In undeveloped nations such as Eritrea, Haiti, or Cameroon, light is a luxury. Mark Bent thinks that's unacceptable.
Bent, a former American diplomat and Houston oilman, is CEO and founder of SunNight Solar, a company that has created solar powered flashlights that they are now spreading throughout the world by way of private donors, the United Nations and organizations such as Direct Relief International.
The Takeaway ran into Bent at the Greener Gadgets Conference in New York City on February 27th, where he happily pulled apart his product for us. The flashlights, the shape of which reminded me of a Pantene-Pro V shampoo bottle, are made of LED lights and a plastic case. They nab their power from three recyclable batteries that are re-charged by a solar panel that graces the side of the flashlight. In total, the panel provides power for up to 2,000 nights, and the batteries last about two years.
Bent was at the conference to participate in an expert panel titled, "Green Design For Good." When asked about using plastic in his product (a material that doesn't scream sustainability) Bent replied, "I'm willing to live with ABS plastic because I can get people to read." The former Navy man's flashlight do more than help people read. They cut down on the need for kerosene lanterns, which improves lung health, as well as allow villages and refugee camps to function safely after dark. Women are protected from sexual assault, refugees can use the lamps to deter thieves, and farmers can keep away wild animals.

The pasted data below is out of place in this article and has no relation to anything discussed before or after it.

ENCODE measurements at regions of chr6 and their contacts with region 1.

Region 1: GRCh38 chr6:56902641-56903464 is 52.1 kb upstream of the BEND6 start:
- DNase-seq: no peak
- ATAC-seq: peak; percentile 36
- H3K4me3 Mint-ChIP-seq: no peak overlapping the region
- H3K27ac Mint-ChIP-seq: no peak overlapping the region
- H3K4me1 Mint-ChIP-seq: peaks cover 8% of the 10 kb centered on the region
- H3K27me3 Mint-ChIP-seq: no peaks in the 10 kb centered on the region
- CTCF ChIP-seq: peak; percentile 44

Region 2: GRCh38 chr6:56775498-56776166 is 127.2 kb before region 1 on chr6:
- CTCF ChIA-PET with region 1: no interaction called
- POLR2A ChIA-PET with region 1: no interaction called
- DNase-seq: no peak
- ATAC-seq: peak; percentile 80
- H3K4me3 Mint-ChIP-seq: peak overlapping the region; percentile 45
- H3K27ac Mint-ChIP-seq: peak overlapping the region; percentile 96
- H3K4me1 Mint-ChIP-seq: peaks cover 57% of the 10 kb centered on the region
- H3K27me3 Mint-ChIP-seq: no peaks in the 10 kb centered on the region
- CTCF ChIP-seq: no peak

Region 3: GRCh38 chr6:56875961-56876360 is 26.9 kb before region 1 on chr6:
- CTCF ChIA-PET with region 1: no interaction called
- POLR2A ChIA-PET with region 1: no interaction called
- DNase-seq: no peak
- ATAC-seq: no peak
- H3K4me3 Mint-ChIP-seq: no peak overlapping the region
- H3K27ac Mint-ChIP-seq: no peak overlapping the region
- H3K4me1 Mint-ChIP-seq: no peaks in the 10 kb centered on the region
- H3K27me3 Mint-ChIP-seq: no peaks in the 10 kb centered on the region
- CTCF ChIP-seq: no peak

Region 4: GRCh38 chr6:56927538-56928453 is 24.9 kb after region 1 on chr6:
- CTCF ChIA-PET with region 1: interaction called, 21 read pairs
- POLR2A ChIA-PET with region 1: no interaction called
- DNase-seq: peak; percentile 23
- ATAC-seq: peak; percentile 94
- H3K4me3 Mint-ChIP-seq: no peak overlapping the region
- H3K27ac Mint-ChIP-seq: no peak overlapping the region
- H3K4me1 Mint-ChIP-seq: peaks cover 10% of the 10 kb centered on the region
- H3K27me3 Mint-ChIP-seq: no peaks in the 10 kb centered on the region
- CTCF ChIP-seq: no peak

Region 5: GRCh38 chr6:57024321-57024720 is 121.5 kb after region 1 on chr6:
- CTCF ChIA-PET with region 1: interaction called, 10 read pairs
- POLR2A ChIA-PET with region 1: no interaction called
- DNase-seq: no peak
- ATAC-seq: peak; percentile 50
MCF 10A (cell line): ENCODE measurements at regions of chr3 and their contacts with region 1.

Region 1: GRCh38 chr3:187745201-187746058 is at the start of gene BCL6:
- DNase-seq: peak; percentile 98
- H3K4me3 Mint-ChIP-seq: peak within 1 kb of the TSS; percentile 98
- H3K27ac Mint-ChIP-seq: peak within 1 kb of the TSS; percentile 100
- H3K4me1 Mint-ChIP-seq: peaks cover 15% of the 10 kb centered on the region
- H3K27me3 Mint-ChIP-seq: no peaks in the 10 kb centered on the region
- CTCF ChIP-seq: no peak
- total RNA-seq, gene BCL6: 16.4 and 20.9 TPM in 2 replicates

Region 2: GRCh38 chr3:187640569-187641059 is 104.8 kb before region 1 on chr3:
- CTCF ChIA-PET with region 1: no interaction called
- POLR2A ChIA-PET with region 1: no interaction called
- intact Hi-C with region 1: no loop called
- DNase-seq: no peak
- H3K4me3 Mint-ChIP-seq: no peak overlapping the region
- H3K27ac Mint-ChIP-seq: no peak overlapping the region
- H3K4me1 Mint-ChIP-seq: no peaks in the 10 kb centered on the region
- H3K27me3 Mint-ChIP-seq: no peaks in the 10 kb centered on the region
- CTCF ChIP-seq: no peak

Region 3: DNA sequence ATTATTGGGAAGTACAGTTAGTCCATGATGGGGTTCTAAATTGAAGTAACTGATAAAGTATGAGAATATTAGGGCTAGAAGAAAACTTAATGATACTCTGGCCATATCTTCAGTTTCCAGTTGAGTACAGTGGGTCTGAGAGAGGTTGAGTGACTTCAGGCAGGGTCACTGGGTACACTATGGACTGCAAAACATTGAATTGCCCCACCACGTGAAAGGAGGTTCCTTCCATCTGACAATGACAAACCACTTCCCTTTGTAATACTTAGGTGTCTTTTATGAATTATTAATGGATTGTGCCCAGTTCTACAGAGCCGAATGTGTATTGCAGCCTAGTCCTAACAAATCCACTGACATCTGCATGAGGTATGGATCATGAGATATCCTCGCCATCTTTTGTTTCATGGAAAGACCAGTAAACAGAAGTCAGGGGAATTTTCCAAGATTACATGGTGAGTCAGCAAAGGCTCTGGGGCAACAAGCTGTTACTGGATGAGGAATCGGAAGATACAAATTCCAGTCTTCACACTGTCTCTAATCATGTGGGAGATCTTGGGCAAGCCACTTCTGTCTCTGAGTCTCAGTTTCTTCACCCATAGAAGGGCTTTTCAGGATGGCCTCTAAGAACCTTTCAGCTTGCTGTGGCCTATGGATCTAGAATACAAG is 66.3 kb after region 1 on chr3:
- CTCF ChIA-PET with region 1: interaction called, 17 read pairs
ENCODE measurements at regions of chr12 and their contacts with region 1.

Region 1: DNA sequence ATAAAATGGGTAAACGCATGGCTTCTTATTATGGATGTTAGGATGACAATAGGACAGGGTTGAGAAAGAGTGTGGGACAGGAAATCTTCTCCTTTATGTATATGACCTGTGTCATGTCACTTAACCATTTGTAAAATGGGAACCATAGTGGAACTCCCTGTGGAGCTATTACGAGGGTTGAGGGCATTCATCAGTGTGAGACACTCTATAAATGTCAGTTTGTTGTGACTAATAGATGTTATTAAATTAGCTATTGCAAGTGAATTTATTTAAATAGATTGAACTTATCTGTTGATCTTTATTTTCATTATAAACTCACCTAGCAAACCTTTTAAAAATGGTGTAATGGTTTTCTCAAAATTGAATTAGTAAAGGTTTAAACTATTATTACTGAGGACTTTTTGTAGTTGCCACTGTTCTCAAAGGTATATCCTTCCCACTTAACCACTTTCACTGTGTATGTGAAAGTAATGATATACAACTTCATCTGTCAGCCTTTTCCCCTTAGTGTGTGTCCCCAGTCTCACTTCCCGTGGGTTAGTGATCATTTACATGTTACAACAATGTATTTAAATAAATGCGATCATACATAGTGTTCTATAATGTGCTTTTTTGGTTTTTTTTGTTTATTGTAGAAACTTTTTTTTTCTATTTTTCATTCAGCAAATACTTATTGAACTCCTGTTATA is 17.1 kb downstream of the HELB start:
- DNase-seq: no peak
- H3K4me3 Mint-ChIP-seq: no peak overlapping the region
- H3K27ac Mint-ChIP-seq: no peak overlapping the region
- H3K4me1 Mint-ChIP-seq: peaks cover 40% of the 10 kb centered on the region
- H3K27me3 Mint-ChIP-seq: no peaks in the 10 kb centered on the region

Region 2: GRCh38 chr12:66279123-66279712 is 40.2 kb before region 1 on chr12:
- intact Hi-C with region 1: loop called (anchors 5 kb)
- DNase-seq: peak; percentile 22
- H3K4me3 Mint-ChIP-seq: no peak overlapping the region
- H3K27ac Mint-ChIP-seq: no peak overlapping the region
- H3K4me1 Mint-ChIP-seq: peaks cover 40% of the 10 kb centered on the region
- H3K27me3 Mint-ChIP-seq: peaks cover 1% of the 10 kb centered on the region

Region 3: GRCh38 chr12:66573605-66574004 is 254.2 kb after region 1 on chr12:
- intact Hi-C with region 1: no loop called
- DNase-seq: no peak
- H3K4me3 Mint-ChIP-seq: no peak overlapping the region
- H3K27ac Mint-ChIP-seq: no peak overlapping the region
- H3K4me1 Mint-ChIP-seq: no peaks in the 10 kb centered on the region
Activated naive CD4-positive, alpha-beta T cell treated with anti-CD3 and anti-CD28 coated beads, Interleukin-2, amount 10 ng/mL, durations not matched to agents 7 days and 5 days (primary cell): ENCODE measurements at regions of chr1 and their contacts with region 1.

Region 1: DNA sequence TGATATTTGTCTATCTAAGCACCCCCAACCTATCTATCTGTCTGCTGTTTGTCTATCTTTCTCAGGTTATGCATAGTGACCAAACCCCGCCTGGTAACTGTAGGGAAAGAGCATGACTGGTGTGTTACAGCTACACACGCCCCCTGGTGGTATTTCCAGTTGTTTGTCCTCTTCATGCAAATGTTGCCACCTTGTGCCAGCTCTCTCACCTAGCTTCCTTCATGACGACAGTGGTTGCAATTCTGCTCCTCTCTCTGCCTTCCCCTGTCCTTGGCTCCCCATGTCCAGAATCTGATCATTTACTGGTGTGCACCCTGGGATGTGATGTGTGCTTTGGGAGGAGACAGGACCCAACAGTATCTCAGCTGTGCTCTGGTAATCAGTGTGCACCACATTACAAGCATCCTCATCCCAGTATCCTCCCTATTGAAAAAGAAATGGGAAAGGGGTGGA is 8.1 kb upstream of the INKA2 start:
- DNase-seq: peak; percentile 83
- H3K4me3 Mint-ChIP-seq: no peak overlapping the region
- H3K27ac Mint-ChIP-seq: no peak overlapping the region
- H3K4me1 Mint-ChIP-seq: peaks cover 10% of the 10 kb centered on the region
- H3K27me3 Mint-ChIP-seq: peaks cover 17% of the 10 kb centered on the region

Bent sat down with us post-conference to dish on how his flashlights promote gender equality and safety around the world, and why pink is his favorite color.
Best described as someone who likes to "sit in the woods and stare," Molly fell for science in the ponds, wildlife, and fields of Ohio. After focusing on biology in college, she began to pursue science journalism, and has written and produced (radio/podcasts) for outlets like Scientific American, Wired, Nature, NPR's Science Friday, and National Geographic Adventure, as well as created live conversations at the World Science Festival, where she specialized in creating programs at the intersection of science, philosophy, and art. Her ability to comprehend and totally immerse herself in complicated issues has helped Radiolab investigate blood donation, drug prices, and one very special jar. She also had a hand in the pilot of Freakonomics Radio, where you can still hear her voice at the top of every episode.